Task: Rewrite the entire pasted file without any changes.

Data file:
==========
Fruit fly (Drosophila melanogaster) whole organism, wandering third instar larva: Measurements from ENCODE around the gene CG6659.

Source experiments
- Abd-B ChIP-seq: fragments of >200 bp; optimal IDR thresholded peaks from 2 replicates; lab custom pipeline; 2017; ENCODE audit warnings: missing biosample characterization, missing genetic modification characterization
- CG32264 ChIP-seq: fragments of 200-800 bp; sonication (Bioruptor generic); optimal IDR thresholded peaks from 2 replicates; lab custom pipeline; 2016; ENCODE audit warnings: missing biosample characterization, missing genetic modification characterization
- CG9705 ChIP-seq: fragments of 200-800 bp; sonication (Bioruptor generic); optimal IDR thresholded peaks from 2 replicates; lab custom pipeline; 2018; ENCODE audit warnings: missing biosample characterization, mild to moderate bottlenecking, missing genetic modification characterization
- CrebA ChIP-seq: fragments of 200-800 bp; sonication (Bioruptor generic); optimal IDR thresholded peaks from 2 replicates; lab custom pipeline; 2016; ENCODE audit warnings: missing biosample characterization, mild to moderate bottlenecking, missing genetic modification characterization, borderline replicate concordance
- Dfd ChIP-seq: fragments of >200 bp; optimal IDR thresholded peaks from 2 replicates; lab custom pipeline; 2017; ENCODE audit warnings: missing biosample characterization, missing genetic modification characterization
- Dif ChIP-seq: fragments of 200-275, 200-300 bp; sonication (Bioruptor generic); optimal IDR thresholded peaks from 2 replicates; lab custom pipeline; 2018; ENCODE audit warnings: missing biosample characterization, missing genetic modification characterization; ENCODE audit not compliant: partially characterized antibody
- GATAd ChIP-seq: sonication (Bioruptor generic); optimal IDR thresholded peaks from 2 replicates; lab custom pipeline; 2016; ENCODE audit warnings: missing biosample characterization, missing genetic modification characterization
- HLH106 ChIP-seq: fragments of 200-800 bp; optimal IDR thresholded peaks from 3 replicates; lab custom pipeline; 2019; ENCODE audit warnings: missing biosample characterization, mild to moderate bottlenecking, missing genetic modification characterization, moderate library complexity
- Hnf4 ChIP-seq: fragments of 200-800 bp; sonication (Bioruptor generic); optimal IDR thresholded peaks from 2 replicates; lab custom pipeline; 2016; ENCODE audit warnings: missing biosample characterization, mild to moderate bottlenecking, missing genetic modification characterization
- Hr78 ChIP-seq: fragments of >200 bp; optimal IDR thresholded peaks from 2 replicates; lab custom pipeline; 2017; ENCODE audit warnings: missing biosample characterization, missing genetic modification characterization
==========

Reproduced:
Fruit fly (Drosophila melanogaster) whole organism, wandering third instar larva: Measurements from ENCODE around the gene CG6659.

Source experiments
- Abd-B ChIP-seq: fragments of >200 bp; optimal IDR thresholded peaks from 2 replicates; lab custom pipeline; 2017; ENCODE audit warnings: missing biosample characterization, missing genetic modification characterization
- CG32264 ChIP-seq: fragments of 200-800 bp; sonication (Bioruptor generic); optimal IDR thresholded peaks from 2 replicates; lab custom pipeline; 2016; ENCODE audit warnings: missing biosample characterization, missing genetic modification characterization
- CG9705 ChIP-seq: fragments of 200-800 bp; sonication (Bioruptor generic); optimal IDR thresholded peaks from 2 replicates; lab custom pipeline; 2018; ENCODE audit warnings: missing biosample characterization, mild to moderate bottlenecking, missing genetic modification characterization
- CrebA ChIP-seq: fragments of 200-800 bp; sonication (Bioruptor generic); optimal IDR thresholded peaks from 2 replicates; lab custom pipeline; 2016; ENCODE audit warnings: missing biosample characterization, mild to moderate bottlenecking, missing genetic modification characterization, borderline replicate concordance
- Dfd ChIP-seq: fragments of >200 bp; optimal IDR thresholded peaks from 2 replicates; lab custom pipeline; 2017; ENCODE audit warnings: missing biosample characterization, missing genetic modification characterization
- Dif ChIP-seq: fragments of 200-275, 200-300 bp; sonication (Bioruptor generic); optimal IDR thresholded peaks from 2 replicates; lab custom pipeline; 2018; ENCODE audit warnings: missing biosample characterization, missing genetic modification characterization; ENCODE audit not compliant: partially characterized antibody
- GATAd ChIP-seq: sonication (Bioruptor generic); optimal IDR thresholded peaks from 2 replicates; lab custom pipeline; 2016; ENCODE audit warnings: missing biosample characterization, missing genetic modification characterization
- HLH106 ChIP-seq: fragments of 200-800 bp; optimal IDR thresholded peaks from 3 replicates; lab custom pipeline; 2019; ENCODE audit warnings: missing biosample characterization, mild to moderate bottlenecking, missing genetic modification characterization, moderate library complexity
- Hnf4 ChIP-seq: fragments of 200-800 bp; sonication (Bioruptor generic); optimal IDR thresholded peaks from 2 replicates; lab custom pipeline; 2016; ENCODE audit warnings: missing biosample characterization, mild to moderate bottlenecking, missing genetic modification characterization
- Hr78 ChIP-seq: fragments of >200 bp; optimal IDR thresholded peaks from 2 replicates; lab custom pipeline; 2017; ENCODE audit warnings: missing biosample characterization, missing genetic modification characterization